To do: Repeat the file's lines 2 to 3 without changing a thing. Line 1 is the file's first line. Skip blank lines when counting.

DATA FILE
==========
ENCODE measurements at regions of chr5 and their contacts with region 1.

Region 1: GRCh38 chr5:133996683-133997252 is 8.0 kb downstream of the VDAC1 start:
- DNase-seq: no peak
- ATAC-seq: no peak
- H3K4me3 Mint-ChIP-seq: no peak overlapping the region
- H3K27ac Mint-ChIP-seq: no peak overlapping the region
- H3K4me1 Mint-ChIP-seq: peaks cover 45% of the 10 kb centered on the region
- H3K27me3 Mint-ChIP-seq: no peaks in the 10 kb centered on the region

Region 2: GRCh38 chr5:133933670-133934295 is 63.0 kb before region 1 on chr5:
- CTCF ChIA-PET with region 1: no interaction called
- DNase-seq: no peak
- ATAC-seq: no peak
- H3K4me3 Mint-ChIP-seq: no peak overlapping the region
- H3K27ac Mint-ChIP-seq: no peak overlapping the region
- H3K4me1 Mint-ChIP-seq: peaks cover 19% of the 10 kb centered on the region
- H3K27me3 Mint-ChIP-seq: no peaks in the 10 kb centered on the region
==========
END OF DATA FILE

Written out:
Region 1: GRCh38 chr5:133996683-133997252 is 8.0 kb downstream of the VDAC1 start:
- DNase-seq: no peak